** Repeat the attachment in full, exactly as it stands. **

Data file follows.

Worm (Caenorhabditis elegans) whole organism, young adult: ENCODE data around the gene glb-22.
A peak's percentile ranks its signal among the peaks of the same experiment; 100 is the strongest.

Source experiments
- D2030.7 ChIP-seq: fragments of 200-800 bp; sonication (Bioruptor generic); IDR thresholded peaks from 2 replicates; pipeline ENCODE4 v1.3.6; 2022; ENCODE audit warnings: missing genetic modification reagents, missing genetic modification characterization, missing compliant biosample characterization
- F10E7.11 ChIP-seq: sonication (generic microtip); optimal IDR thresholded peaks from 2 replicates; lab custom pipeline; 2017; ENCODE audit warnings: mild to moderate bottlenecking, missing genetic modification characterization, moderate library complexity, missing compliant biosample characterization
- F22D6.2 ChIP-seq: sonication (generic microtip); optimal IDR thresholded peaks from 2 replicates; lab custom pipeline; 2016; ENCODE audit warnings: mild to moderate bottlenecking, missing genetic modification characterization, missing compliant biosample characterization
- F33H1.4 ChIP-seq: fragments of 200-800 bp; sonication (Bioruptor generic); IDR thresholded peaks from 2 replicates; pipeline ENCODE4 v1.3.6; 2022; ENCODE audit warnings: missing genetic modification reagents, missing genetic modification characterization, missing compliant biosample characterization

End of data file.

Worm (Caenorhabditis elegans) whole organism, young adult: ENCODE data around the gene glb-22.
A peak's percentile ranks its signal among the peaks of the same experiment; 100 is the strongest.

Source experiments
- D2030.7 ChIP-seq: fragments of 200-800 bp; sonication (Bioruptor generic); IDR thresholded peaks from 2 replicates; pipeline ENCODE4 v1.3.6; 2022; ENCODE audit warnings: missing genetic modification reagents, missing genetic modification characterization, missing compliant biosample characterization
- F10E7.11 ChIP-seq: sonication (generic microtip); optimal IDR thresholded peaks from 2 replicates; lab custom pipeline; 2017; ENCODE audit warnings: mild to moderate bottlenecking, missing genetic modification characterization, moderate library complexity, missing compliant biosample characterization
- F22D6.2 ChIP-seq: sonication (generic microtip); optimal IDR thresholded peaks from 2 replicates; lab custom pipeline; 2016; ENCODE audit warnings: mild to moderate bottlenecking, missing genetic modification characterization, missing compliant biosample characterization
- F33H1.4 ChIP-seq: fragments of 200-800 bp; sonication (Bioruptor generic); IDR thresholded peaks from 2 replicates; pipeline ENCODE4 v1.3.6; 2022; ENCODE audit warnings: missing genetic modification reagents, missing genetic modification characterization, missing compliant biosample characterization